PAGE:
The Japuji Sahib or Japji Sahib can be easily termed to be a universal hymn. It was composed by Guru Nanak Dev Ji the founder of Sikh religion. The glory of Japji Sahib can be gauged from the words of Professor Puran Singh Ji –
“JapuJi Sahib has in it the inimitable rhythm of life in Nature- it makes man a fountain that flows with the milk of human kindness. JapuJi Sahib is the text of the art of living in unison with Nature and with Nature’s God.”
These words describe the true spirit of this hymn. From the above words it is clear that Japji Sahib even though a Sikh religious scriptue, yet is not just a hymn rather a suggestion for a way of life, a philosophy which is applicable to all humanity irrespective of religion, race or region, like all other true teachings of the Masters and Seers.
About Japuji Sahib
The Japuji Sahib has been considered to be a spiritual vision of Guru Nanak Dev Ji. The work was compiled after years of travel and pilgrimage undertaken by the Saint in his search for the ultimate truth. The 38 verses of the Sikh Japji Sahib contain the essence of the experiences of a holy soul.
Each verse is known as a ‘pauri’ meaning step and with every step man moves closer to the spirit of the almighty. The Japuji Sahib is a process that leads one to the ultimate aim of spiritual enlightenment. It is like the eightfold path of Buddhism and sutras in the Bhagvad Gita. It is a collection of dictum in condensed form that a reader can follow directly.
The Japuji Sahib talks about ‘jnana’ (knowledge), ‘karma’ (action), ‘bhakti’ (devotion) and ‘dhyana’ (meditation). The Japuji Sahib consists of the ‘moolmantra’ followed by 38 hymns and a ‘sloka’ at the end. The Guru Granth Sahib, the holy book of the Sikhs starts with the Japuji Sahib.
The most important ‘bani’ (set of verses) it is recited by the followers of the religion every morning. The word ‘Jap’ means to chant or recite. The suffix ‘-ji’ is attached as a mark of respect. As a mark of respect every person reciting the ‘bani’ is expected to cover his head and remove the shoes before chanting it. This is for the reason that it is believed in the faith that when a person recites the ‘bani’ or anything from the Guru Granth Sahib, he is in the presence of his Guru.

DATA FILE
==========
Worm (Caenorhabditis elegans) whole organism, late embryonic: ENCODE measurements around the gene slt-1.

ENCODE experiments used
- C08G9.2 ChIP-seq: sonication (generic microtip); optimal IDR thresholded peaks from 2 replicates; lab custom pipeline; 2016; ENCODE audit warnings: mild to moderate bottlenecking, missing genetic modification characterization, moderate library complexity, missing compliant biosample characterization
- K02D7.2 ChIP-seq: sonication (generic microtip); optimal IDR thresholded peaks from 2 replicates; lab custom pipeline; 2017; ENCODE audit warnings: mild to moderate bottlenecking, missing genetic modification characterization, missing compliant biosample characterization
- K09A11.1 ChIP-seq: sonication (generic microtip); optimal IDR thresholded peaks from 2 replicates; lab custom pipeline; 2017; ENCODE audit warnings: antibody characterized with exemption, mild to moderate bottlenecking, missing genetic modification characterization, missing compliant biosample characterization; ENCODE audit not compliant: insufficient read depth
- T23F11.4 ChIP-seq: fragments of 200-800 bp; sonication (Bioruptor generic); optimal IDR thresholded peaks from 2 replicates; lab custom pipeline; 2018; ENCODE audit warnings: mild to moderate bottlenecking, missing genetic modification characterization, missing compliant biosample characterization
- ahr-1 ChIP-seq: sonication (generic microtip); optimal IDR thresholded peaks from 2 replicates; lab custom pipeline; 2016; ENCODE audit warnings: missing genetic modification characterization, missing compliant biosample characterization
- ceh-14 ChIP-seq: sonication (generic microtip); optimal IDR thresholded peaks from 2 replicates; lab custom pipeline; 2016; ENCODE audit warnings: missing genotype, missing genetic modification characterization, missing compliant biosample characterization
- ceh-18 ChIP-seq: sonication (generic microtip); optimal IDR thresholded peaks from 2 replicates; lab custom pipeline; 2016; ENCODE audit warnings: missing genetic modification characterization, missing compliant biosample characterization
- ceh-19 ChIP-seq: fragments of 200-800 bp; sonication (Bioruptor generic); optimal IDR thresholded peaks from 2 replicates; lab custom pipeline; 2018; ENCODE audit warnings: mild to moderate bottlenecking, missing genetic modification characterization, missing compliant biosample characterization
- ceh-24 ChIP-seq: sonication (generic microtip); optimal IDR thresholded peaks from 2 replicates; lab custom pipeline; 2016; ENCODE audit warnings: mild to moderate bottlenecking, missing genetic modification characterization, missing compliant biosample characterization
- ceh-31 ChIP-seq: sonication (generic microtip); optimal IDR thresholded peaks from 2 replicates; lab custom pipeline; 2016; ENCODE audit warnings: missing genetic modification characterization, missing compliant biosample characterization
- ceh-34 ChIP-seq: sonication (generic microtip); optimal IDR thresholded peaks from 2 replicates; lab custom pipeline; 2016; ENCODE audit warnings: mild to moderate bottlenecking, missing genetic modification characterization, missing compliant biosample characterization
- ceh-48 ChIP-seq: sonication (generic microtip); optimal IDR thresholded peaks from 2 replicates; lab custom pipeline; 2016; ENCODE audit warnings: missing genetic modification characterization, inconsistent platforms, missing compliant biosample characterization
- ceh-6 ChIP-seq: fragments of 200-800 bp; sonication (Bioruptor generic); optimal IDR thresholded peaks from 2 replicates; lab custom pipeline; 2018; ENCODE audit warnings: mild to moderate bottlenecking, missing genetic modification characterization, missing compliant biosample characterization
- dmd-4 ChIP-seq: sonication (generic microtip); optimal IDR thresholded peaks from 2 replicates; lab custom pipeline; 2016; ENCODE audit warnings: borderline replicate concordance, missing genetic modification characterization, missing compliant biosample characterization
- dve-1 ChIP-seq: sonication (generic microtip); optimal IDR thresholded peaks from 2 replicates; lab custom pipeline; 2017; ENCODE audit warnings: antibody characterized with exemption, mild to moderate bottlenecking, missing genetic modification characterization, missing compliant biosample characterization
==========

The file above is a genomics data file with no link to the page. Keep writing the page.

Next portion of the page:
The ‘Moolmantra’ – Revelations
The moolmantras have not been composed by the Guru, rather these were revealed to him. The revelations were articulated as such without making any changes to it. The term that is used for describing the ‘moolmantras’ is ‘yathapurvam akalpyat’ meaning expressed as it is seen.
Continuous meditation on the moolmantra helps the meditator understand and incorporate the essence of it in his life. The ‘moolmantra’ starts with the phrase ‘Ek Omkar’ and the glorious mantra says: (The translations are given in the brackets along with the phrases)
Ik Omkaar (There is but one God)
Satnaam (He is all that is)
Kartapurakh (He is the creator of everything and all pervading)
Nirbhau (He is without fear)
Nirvair (or enmity)
Akalmoorat (He is timeless and)
Ajooni Saibhang (self-existent)
Gurparsad (He can be realized through His grace alone)
Aad such (He was in the beginning)
Jugad such (He was in all ages)
Haibee such (The true One is, was)
Nanak Hosi bhi such (and shall forever be)
Japuji Sahib – A Universal Hymn
Irrespective of one’s religion, when one reads the Sikh Japji Sahib, it is so easy to identify it with what one’s own spiritual masters speak. It is simple all spiritual leaders speak the same in essence. All of them talk about the same God. The treasure of the Japuji Sahib introduces one to true knowledge the ultimate aim.